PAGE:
TFK Top Stories
Global wildlife populations fell by 58% between 1970 and 2012, according the latest Living Planet Report. The report, published on Wednesday by the Zoological Society of London (ZSL) and the World Wildlife Fund (WWF), says that if this trend continues, the world could lose more than two-thirds of vertebrates, or animals with backbones, by 2020. The study analyzed data on more than 14,200 populations across 3,700 species of mammals, fish, amphibians, birds, and reptiles. Figures suggest that animals living in lakes, rivers, and wetlands are experiencing the greatest losses.
The report says that rising human populations, habitat loss, hunting, and climate change are among the causes for the rapid decline of wildlife populations. “Wildlife is disappearing within our lifetimes at an unprecedented rate,” Marco Lambertini, director general of WWF International, said in the report. “We are entering a new era in Earth’s history… An era in which humans rather than natural forces are the primary drivers of planetary change.”
On October 28, 1886, the Statue of Liberty was officially dedicated during a ceremony overseen by President Grover Cleveland. The celebration included New York City’s first ticker-tape parade. The 350-foot statue was initially called Liberty Enlightening the World. It was meant as a gift from France to the United States to celebrate the country’s independence. In the 20th century, the statue represented hope and served as a symbol of welcome to the many immigrants who passed through nearby Ellis Island. It was an icon of patriotism during World Wars I and II. Through the years, the Statue of Liberty has continued to stand for freedom in the U.S., becoming, as TIME described in 2009, “a fixture of New York City and symbol for the nation.”
Soon, the 4.3 million people who visit the statue each year will be able to experience even more of Lady Liberty’s history. A new $70 million museum is planned for Liberty Island, where the statue is located. The museum will include exhibits and artifacts that focus on the statue’s original concept, design, and construction, as well as its 1986 centennial restoration. The statue’s original torch, which was replaced in the 1980s, will be one of the displays. "It is my hope that the Statue of Liberty and her incredible story will live on and on, inspiring generations for years to come," said Diane von Furstenberg, chair of the fundraising campaign for the project. The museum is expected to open to the public in 2019.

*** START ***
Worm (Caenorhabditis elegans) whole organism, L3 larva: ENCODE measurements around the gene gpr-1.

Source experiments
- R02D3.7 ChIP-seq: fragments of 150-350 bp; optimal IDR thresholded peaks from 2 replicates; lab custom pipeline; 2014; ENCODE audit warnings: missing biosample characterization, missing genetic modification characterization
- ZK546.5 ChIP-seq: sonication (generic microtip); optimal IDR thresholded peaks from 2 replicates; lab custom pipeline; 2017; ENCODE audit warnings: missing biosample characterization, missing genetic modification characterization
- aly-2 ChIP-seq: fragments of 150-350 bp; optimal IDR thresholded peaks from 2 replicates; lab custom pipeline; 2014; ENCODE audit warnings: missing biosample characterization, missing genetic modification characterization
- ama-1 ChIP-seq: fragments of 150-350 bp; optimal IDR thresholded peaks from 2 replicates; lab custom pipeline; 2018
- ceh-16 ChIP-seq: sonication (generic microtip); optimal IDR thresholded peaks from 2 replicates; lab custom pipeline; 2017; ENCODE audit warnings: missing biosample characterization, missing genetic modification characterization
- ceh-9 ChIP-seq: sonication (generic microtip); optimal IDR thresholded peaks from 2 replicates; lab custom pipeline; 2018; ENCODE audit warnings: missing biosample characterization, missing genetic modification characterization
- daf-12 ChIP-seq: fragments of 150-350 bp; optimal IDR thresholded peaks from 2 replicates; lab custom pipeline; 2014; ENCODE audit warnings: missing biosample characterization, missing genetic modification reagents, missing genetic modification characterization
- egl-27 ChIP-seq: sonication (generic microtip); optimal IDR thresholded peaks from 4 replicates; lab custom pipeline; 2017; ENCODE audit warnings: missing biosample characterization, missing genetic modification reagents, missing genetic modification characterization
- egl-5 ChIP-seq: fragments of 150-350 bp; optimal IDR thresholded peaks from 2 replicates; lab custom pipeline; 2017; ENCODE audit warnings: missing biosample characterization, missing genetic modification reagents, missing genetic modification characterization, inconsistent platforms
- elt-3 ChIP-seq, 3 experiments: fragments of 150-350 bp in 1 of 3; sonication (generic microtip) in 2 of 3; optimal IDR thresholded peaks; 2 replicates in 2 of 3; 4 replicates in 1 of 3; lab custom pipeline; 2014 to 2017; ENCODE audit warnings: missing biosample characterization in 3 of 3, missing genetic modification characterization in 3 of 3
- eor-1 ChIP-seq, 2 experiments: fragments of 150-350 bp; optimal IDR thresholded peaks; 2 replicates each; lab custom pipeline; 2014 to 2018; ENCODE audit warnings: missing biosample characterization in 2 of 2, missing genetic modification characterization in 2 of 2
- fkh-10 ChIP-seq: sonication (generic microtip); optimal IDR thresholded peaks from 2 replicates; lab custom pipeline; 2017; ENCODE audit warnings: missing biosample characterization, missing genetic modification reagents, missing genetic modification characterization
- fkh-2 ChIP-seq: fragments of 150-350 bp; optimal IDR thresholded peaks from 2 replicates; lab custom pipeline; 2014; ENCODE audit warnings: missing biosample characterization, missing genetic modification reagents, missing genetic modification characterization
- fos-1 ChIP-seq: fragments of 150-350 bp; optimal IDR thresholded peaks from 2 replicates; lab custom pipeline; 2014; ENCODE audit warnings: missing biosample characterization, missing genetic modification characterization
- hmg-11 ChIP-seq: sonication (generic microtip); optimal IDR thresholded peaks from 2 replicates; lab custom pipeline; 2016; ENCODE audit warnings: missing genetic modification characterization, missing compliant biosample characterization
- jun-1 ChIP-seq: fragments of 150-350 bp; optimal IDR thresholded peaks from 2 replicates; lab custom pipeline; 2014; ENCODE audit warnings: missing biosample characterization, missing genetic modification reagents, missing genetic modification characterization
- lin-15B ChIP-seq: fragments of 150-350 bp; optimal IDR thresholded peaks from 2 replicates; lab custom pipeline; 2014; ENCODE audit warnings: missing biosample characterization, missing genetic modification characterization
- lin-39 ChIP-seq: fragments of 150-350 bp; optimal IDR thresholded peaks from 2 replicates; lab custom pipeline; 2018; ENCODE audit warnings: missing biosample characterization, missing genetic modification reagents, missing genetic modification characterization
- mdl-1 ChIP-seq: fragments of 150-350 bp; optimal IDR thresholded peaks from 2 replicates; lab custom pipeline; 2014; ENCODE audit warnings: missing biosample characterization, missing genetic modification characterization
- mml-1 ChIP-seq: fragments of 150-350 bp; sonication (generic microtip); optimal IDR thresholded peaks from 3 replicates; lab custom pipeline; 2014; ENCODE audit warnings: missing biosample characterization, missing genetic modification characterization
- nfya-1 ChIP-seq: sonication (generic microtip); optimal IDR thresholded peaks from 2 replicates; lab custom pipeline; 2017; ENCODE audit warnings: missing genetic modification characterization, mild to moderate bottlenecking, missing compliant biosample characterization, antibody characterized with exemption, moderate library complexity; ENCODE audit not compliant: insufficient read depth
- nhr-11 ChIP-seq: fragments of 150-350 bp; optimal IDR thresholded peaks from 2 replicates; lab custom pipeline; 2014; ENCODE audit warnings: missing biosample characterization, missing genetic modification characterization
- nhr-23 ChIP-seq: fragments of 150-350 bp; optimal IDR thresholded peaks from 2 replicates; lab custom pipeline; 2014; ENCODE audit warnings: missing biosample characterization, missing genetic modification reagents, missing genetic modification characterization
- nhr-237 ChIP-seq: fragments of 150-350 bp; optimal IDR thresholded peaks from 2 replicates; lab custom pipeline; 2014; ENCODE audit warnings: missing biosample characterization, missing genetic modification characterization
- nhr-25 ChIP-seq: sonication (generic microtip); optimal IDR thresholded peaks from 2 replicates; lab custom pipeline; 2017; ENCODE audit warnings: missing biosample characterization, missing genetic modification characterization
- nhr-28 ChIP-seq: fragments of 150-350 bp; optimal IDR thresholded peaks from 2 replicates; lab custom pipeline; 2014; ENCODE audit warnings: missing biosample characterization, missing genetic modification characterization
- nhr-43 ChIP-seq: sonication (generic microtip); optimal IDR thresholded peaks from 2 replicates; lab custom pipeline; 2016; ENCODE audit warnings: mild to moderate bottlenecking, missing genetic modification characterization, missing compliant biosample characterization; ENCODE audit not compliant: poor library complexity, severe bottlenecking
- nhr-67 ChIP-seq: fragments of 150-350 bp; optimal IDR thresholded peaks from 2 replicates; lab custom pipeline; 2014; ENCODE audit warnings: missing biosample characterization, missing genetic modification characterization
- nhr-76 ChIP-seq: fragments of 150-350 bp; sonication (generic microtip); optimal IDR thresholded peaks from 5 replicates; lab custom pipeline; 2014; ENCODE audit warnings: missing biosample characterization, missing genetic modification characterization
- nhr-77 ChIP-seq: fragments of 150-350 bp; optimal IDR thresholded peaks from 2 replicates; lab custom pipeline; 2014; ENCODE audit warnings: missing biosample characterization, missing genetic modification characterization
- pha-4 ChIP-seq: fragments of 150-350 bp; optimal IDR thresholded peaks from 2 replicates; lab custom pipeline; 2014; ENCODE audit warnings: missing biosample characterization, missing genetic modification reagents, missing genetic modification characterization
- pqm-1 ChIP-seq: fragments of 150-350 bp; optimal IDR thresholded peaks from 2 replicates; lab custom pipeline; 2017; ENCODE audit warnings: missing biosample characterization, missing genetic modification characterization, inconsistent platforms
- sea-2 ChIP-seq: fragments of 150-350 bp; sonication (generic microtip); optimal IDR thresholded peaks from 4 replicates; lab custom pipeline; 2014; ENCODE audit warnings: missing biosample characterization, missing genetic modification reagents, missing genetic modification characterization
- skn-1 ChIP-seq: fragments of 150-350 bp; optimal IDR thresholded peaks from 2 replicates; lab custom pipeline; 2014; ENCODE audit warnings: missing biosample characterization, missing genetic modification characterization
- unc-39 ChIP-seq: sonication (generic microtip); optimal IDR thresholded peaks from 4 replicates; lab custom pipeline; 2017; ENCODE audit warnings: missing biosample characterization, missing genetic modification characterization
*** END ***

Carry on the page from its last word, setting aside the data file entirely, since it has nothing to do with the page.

Fourth- and eighth-graders are showing some progress in science, according to the results of a national test released on Thursday. The National Assessment of Educational Progress (NAEP), sometimes called The Nation’s Report Card, enables teachers and researchers to track student achievements in subjects including science, math, reading, and U.S. history. The tests are given every two years in math and reading, and less frequently in science and other subjects. In the science test given last year, results were flat among seniors, or students in twelfth grade. At that grade level, there was also no change in performance gaps in the areas of race, ethnicity, and gender. But fourth- and eighth-grade levels are up four points since 2009, and large racial achievement gaps in those grades have narrowed slightly. The results also showed that girls improved faster than boys. The gender gap narrowed in eighth grade and was erased at the fourth-grade level. U.S. Secretary of Education John King said the results are encouraging. "We're seeing racial achievement gaps in the sciences narrowing in the fourth and eighth grades ... and the gender gaps also are closing,” he said in a press call. "All of this means that more students are developing skills like thinking critically, making sense of information, and evaluating evidence.”